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British kayaker Emma Kelty 'murdered' on Amazon trip

Emma Kelty Image copyright Emma Kelty

Three people have been arrested following the death of a British woman who disappeared while kayaking up the Amazon, police in Brazil have said.

Emma Kelty, 43, of London, went missing last week. Her body has not been found.

While drug traffickers and pirates operate in the region, police say she had been robbed, with one of the suspects claiming she was shot twice.

Ms Kelty's family said they were extremely proud of her and "her strength would be sorely missed".

The Foreign Office said earlier it was "supporting the family of a British woman following her death in Brazil".

Ms Kelty disappeared in the upper stretches of the Amazon in northern Brazil, often referred to as the Solimoes River - an area known for pirate attacks and drug traffickers.

Some of her belongings, including her kayak, were found by the Brazilian navy on Friday, according to police chief Ivo Martins.

According to the chief of the Amazonas state police, the robbers had attempted to sell Ms Kelty's two mobile phones, GoPro camera and a tablet computer.

'Active and determined'

Frederico Mendes told BBC Brasil he suspected the Briton had been killed because she had been seen by local people the day before.

Ms Kelty was 42 days into a 4,000-mile trip along the Amazon river from its source to the Atlantic Ocean and had been documenting her trip on Twitter.

Ms Kelty's brothers Piers and Giles and sister Natasha said in a statement: "Emma was an active and determined sister who challenged herself, latterly through her adventures on the Pacific Coast Trail, as well as in the South Pole and Amazon River.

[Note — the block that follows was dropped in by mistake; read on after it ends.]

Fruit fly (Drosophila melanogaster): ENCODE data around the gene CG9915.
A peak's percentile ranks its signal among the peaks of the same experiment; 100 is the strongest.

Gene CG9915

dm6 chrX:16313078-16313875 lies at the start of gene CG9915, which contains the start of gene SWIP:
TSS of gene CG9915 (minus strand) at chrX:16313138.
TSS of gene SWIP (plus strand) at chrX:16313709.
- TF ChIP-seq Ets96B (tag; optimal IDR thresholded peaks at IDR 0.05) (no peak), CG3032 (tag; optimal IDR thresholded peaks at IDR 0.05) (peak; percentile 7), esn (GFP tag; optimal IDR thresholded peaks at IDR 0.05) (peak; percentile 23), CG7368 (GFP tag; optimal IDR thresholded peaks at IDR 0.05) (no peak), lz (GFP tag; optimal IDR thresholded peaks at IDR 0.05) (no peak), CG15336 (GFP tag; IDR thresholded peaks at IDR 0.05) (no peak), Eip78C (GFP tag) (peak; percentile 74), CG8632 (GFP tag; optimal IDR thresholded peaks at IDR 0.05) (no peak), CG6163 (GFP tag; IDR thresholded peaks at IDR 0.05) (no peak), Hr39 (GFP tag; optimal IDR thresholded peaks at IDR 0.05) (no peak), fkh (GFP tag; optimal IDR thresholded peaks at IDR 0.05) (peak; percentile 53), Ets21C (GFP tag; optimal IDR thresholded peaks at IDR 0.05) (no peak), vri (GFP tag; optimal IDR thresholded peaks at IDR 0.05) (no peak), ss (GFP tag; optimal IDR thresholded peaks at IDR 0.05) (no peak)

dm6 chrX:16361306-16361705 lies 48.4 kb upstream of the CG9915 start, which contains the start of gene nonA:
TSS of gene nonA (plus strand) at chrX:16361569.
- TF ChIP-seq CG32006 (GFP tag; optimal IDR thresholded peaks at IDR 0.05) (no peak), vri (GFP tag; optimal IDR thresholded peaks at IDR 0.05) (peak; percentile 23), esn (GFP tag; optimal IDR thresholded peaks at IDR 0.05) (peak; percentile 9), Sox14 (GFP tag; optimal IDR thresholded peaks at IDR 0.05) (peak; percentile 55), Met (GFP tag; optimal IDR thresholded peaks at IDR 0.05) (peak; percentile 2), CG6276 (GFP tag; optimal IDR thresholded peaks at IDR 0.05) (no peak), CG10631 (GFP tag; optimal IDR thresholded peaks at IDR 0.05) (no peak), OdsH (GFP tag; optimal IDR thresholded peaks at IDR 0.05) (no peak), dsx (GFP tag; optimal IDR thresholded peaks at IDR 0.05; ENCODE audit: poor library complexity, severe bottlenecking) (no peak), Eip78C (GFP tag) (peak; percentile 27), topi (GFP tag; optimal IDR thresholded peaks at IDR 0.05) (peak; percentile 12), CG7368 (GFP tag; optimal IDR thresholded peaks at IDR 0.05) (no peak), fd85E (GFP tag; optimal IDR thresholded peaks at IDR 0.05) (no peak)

"In a world that is today a much smaller place, the explorer in our sister found herself seeking ways to prove that challenges were achievable.

"We wish to give our immense thanks to the Brazilian navy, police and Foreign Office for their action and support."

Her last tweet was on 13 September. The day before she tweeted that she saw "30 to 50 men armed with rifles and arrows in boats".

Ms Kelty, in a Facebook post on 10 September, wrote about the dangers of the area she was entering: "So in or near Coari (100km away) I will have my boat stolen and I will be killed too. Nice."

After travelling past the town, she posted two days later: "Am in the clear. All OK".

Image copyright Emma Kelty
Image caption Emma Kelty posted a picture of her tent on 10 September, a few days before she went missing

The former head teacher's previous expeditions included a solo ski trip to the South Pole in January.

Speaking to BBC Surrey in February, she talked about the risks she would face in the Amazon, including "people who organ-harvest and rob and fire guns".

Asked if she was risking her life on these adventures, she said: "Oh yes, I mean that's half the challenge.

"But it's about minimising the risk. I'm going to a self-defence course which is going to be tailored to de-arming people, so if I do come across that situation at least I'm prepared for it."

Olie Hunter Smart, an explorer who completed a similar route in 2015, said Coari was an area known for its danger.

He had met Ms Kelty before her trip to help her plan for the journey.

Mr Smart, who is currently walking the length of India, said: "The Emma that I met was an incredibly brave and courageous person who lived life to the full.

"My thoughts go out to her close friends and family at this very sad time."

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